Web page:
And to all of you individuals claiming that 5, 10, 30 % of another race, even though the African part is higher, YOU ARE BLACK. You don’t see me saying that I’m Native American because of that 6.25 DNA, do you? Stop being ashamed of your black ancestry; it’s truly disgusting. I love the identity topics in this book. Thought provoking, and very well written. This book is everything.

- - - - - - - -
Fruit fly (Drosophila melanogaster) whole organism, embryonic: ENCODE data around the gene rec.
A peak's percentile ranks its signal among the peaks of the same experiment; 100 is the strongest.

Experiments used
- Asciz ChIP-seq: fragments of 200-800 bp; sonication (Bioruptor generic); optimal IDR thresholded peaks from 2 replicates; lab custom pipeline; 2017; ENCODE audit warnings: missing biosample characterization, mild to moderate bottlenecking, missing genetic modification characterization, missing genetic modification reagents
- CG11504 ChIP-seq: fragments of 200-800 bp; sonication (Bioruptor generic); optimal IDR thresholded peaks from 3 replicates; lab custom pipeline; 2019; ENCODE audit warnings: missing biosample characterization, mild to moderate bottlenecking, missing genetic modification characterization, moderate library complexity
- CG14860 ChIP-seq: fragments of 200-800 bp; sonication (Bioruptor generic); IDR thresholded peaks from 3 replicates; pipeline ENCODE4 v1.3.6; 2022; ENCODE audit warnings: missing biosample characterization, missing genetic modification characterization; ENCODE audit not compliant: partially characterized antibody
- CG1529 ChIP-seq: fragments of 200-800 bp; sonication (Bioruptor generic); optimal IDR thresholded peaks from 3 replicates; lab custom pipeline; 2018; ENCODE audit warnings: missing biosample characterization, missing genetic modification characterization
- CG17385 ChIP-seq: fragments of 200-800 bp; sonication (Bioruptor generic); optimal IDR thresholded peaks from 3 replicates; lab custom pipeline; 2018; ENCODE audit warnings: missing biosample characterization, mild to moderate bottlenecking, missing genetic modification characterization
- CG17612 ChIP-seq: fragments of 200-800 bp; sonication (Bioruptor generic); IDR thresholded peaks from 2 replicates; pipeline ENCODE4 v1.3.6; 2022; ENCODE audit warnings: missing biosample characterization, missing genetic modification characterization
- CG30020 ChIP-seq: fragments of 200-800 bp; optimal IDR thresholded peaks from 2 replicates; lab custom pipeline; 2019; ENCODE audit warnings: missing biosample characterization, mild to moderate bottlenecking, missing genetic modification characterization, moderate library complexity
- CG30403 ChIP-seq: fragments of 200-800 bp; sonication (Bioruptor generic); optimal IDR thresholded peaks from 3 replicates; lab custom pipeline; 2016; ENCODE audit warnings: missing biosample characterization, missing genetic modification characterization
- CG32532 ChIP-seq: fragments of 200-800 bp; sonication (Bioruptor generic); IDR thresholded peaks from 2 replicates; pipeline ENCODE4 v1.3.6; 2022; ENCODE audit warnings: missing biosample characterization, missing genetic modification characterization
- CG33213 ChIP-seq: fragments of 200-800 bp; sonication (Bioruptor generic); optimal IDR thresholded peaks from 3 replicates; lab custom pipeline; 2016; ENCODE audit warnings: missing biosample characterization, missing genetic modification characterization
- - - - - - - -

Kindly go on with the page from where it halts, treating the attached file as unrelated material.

Ifemulu’s relationships with her parents, friends, Aunt Uju and little cousin Dike were very warm, and often times funny. Again, the Nigerian culture is really well expressed from beginning to end. The food, fashion, religion, politics, and education was front and center. There’s no sugarcoating anything, and I think this makes it more real. I’m wondering if Obinze and Ifemulu are inspired by the author herself and a past love (or present)? I mean, it’s so real and raw. I love everything about their beginning, middle, and end. They were apart for almost a decade, and they still had so much to learn about life. Obinze’s time in London, almost marrying for papers. It’s not like Chimamanda exposed some big secret thing. I loved that she touched this subject so unashamedly. How he became a success after that awful time in his life is inspiring. His views on marriage to Kosi, and the birth of his daughter Buchi lets you really see how his thoughts never left Ifemulu. How Ifemulu, even being in America, never forgot Obinze. The way that they lost contact with each other made me cry. Not the how, but the why she did it. Her depression was so real and thick that you could feel it through the pages. How she felt after what happened with the tennis coach, I felt it as well. Seriously, I felt the shame of it all, and I see why she felt she couldn’t (didn’t deserve) face Obinze. This story is like nothing I’ve ever read. I always find great books that leave an impression, but this one left the biggest impact of them all. It’s like the holy grail of Literature, Romance, and Politics all rolled into one perfect book. I can’t sing it’s praises enough. And I shall leave you with one of my many favorite quotes from Americanah: (sarcasm intended).